Did you know that the human attention span is eight seconds, which is a second shorter than that of a goldfish? About eight seconds is all you have to capture your viewer’s attention and create a reason to stay on your dashboard. Therefore, having a great dashboard, and not just a good one, is essential!
With SAS® Visual Analytics you can take your dashboard from good to great in a way that enables readers (or viewers) to quickly and easily get better insight.
Creating a great dashboard takes time, effort, concentration and attention to detail. It is not surprising that with the freedom and flexibility to design a dashboard (selecting style, size, colour, font and other factors) the combinations for every visualisation are truly infinite. Even the best visualisation experts often struggle with finding the most effective way to build the perfect dashboard.
A great dashboard should not only be beautiful, but also have meaningful content and a real story. Here are five questions I ask myself that help me in enhancing the efficacy of a dashboard, taking it from good to great.
1. Who is my audience?
Knowing who you are designing your story for is the first important step to create a great dashboard. Understanding your audience helps you create a more effective dashboard, engage your audience and minimise confusion. In this way, your audience will be enabled to consume your dashboard easily. A paper by Jesse Sookne, Ed Summers, Julianna Langston, and Karen Mobley is a useful introduction to the different factors (literacy, numeracy, familiarity with computers and technology, situational disabilities, cognitive function, mobility and vision impairments) that influence your audience. Your audience has a wide range of skills and ability levels that contributes to their ability to understand your dashboards. Each of these variables, along with what device your viewers are using, comes into play, influencing the outcome you want to present. As a visualisation expert, it is worthwhile to consider everyone’s wishes and constraints beforehand, meeting their expectations. If you are creating a dashboard to be great and succeed, it must be tailored to fit your audience.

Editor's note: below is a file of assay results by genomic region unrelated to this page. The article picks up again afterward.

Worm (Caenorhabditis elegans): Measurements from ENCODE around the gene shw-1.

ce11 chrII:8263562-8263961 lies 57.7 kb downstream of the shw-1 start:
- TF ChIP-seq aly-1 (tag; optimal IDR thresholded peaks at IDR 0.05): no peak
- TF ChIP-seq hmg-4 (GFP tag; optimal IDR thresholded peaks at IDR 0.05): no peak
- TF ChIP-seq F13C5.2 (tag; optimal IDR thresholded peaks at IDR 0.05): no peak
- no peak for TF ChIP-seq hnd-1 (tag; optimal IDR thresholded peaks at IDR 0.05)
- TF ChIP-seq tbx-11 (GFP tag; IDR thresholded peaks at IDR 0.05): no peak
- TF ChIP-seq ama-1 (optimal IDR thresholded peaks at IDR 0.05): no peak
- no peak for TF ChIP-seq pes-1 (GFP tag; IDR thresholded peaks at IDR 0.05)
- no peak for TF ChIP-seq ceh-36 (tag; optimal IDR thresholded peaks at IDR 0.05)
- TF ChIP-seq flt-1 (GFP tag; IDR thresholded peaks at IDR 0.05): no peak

2. What is the main idea I want to convey to my audience?
Organising your thoughts is the second step to create a great dashboard. The needs and interests of your audience should determine the viewpoint that you present, the level of detail in your report, and the amount of background and supplemental information that you provide. For example, asking yourself if you are trying to persuade your viewers on a specific topic or if you are just presenting facts and numbers will help you in designing the right dashboard. Also, questions like “Is it a status update that you will revise regularly? Will your report have a perspective, or will it be unbiased? Do you want your audience to take action?” allow you to begin a first mockup of the dashboard with more clarity on the goal to reach. Once you get answers to all your questions, break down the dashboard goal into key points. These key points will determine your content and the message you want to share and communicate.